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The Crazy Story Behind Why California Just Banned Soda Taxes

June 29, 2018, 7:56 PM UTC

California has a prominent history as a public health provocateur. The state legalized medical marijuana all the way back in 1996, has pursued stringent environmentally-focused policies (including under Republican governors), and even toyed with classifying coffee as a cancer risk for a hot second (on the latter point, the state’s health department recently recanted).

So a tax on sugary beverages like soda wouldn’t exactly be out of character for local California governments, disagreements about such taxes’ ultimate effect on public health aside. But any cities, towns, or counties looking to put a surcharge on sugary drinks will be out of luck until at least 2030 following the passage of a statewide soda tax ban signed by Democratic Gov. Jerry Brown on Thursday.

Why would Brown, a seeming devotee of aggressive public health measures, put his signature on such a bill—and why would the overwhelmingly like-minded California state legislature approve it in the first place? The answer: A successful, no-holds-barred campaign by the beverage industry and its supporters to nix even the possibility of local soda taxes in exchange for standing down on a controversial tax-related ballot measure.

Here’s what went down, as the Sacramento Bee reports: Major beverage companies like Coca-Cola, PepsiCo, and their trade organization the American Beverage Association backed a ballot measure in California that would have made it extremely difficult to raise local taxes and fees for any reason whatsoever (including non-beverage-centered taxes). The measure would have forced supermajority, rather than simple majority, votes to implement new local and state taxes or raise existing ones. Now that the industry-backed legislation barring soda taxes has passed, the popular referendum measure’s supporters have agreed to pull it from the ballot.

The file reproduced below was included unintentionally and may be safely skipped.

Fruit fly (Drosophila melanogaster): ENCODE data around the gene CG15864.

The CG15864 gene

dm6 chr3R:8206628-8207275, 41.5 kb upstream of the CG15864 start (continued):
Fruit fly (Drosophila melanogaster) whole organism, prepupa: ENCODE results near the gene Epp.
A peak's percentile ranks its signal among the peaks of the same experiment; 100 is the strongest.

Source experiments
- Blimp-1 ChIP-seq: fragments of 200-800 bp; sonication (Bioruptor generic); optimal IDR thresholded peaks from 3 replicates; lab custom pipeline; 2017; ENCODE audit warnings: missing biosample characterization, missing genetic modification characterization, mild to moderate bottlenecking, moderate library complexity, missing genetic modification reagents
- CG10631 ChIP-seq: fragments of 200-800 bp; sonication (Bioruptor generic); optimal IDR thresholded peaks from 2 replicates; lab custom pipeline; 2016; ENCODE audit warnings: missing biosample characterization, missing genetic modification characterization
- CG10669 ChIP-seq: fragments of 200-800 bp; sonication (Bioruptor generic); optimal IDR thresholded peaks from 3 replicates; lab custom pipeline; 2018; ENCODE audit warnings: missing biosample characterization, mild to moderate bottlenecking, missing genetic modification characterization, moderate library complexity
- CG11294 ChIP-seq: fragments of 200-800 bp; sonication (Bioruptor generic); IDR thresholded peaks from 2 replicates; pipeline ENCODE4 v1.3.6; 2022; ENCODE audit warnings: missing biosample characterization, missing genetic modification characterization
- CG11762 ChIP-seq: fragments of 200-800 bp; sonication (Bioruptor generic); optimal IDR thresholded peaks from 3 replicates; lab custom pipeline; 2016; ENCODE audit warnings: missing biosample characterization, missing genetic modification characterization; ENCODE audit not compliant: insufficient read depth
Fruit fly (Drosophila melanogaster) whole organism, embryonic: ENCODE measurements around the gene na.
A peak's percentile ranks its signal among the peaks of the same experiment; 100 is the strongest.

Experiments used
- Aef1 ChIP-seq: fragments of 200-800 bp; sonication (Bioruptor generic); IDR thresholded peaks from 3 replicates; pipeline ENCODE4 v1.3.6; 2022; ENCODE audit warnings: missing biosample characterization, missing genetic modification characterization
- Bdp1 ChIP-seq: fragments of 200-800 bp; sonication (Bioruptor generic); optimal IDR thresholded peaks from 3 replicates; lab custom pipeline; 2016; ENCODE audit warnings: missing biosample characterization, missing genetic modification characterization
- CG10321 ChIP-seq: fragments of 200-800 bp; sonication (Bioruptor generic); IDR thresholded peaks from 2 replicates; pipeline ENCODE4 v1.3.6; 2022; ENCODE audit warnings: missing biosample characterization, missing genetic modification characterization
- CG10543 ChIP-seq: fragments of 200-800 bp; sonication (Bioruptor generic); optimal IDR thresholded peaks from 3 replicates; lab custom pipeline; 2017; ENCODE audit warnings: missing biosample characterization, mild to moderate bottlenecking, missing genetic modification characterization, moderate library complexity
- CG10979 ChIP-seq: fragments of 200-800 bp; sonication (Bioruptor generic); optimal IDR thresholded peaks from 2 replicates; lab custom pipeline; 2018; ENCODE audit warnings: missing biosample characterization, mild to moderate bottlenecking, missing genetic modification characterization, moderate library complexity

The prospect of such a ballot initiative concerned local government officials who said their revenue-raising capacity would have been hamstrung by the measure, potentially stunting new social programs or any sort of project that required more tax revenue, including balancing budgets.

That’s a sentiment that Brown echoed in a statement following his signing of the bill, which came together in just a matter of days.

“Mayors from countless cities have called to voice their alarm and to strongly support the compromise which this [soda tax ban] bill represents,” Brown wrote, adding that the inability to raise revenue “would be an abomination” for local governments.

“For these reasons, I believe Assembly Bill 1838 is in the public interest and must be signed,” said Brown.

The beverage industry had asserted that their proposed ballot referendum was meant to prevent unfair tax hikes. Its opponents saw it in a very different light.

“This industry is aiming a nuclear weapon at government in California and saying, ‘If you don’t do what we want we are going to pull the trigger and you are not going to be able to fund basic government services,'” said Sen. Scott Wiener of San Francisco, a city with an existing soda tax, according to the local KCBS outlet. Wiener was one of the few lawmakers to vote against the bill banning soda taxes.

Fortune has reached out to the American Beverage Association for comment on the issue. We’ll include an update if it responds.

A handful of cities with existing soda taxes will be able to maintain them going forward, including San Francisco. But any other locales considering such measures will be barred from doing so for the next 12 years.

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